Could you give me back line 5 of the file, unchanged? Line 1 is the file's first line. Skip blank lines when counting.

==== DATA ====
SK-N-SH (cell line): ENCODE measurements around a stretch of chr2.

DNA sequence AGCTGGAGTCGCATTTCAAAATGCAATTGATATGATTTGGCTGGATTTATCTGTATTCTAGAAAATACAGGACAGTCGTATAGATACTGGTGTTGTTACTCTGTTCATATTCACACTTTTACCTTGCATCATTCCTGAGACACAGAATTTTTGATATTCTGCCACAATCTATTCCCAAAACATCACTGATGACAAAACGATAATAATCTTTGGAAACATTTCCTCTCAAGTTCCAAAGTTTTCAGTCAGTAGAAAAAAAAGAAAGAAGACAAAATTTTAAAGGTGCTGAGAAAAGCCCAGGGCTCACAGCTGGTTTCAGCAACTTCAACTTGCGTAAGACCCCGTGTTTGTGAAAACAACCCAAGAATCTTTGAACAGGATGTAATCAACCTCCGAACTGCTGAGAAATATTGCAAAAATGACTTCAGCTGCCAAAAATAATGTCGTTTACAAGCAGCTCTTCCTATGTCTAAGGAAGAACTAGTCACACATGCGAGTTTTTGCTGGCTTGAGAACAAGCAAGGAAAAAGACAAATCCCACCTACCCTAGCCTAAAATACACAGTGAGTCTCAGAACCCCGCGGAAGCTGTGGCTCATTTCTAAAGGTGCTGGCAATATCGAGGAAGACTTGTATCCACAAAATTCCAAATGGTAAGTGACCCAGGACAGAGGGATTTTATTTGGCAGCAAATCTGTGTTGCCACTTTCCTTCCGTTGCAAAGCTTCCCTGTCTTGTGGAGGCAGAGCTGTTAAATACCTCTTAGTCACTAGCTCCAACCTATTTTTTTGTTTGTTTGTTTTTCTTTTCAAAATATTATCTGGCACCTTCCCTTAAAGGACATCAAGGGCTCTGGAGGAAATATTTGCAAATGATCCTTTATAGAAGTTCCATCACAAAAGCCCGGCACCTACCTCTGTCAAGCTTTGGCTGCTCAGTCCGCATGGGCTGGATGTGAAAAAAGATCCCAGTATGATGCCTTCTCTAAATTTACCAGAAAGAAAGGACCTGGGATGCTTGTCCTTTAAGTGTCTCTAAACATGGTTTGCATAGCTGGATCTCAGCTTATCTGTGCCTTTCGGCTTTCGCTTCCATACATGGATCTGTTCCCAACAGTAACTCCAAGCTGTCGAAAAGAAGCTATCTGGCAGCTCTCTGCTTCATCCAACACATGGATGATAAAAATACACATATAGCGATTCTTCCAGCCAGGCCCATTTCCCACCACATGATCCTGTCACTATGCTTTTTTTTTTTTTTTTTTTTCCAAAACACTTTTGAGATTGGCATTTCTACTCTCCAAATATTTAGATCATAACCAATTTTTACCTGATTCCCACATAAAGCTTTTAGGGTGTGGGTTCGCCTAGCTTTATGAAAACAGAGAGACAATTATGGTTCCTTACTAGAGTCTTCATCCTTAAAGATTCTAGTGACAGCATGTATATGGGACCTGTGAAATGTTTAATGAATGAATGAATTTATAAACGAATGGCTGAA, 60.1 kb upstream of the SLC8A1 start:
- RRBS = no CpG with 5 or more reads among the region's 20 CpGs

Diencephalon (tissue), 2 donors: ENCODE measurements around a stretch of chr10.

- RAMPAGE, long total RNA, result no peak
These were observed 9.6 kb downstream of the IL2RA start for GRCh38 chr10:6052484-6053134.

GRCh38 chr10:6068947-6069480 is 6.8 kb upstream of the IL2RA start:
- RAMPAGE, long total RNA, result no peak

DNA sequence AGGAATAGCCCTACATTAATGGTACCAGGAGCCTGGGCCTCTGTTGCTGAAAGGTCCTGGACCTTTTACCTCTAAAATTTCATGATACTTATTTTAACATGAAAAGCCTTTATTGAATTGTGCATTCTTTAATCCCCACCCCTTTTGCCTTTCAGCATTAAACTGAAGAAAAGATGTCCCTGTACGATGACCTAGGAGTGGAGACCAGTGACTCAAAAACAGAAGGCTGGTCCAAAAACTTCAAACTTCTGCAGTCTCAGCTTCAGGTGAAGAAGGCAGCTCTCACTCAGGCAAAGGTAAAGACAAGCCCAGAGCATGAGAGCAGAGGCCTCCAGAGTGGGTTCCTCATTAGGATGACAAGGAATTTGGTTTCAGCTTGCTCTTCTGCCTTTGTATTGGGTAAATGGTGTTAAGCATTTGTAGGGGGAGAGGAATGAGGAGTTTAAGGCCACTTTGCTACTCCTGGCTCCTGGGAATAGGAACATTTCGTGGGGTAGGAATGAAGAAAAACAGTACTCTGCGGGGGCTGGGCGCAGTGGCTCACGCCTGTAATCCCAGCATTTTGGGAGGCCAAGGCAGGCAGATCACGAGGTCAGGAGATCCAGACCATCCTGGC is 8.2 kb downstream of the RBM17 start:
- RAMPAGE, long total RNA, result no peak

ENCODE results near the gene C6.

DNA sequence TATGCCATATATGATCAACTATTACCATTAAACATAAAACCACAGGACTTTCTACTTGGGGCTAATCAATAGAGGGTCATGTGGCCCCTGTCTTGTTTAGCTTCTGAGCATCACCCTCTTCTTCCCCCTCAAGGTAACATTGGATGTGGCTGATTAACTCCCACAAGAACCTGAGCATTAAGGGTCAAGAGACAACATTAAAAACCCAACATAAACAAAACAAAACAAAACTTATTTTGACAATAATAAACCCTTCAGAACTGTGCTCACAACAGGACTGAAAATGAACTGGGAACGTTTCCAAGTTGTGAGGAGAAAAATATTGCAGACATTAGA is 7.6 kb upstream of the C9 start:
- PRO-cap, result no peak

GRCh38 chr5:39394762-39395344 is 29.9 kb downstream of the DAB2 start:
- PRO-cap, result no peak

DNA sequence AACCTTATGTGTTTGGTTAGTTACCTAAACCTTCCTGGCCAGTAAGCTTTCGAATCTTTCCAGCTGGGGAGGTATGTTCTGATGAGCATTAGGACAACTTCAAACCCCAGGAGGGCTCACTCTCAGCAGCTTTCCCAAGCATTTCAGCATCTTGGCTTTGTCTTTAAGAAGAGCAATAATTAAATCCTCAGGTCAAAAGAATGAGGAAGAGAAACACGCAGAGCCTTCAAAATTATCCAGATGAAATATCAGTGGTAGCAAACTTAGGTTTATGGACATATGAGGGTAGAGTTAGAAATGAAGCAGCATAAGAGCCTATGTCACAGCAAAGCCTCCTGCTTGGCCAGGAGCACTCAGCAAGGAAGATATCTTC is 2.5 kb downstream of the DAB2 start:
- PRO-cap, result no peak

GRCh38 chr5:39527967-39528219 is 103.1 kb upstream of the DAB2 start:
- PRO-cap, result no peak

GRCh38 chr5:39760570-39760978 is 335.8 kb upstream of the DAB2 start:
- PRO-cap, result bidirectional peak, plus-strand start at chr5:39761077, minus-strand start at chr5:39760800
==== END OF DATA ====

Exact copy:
- RAMPAGE, long total RNA, result no peak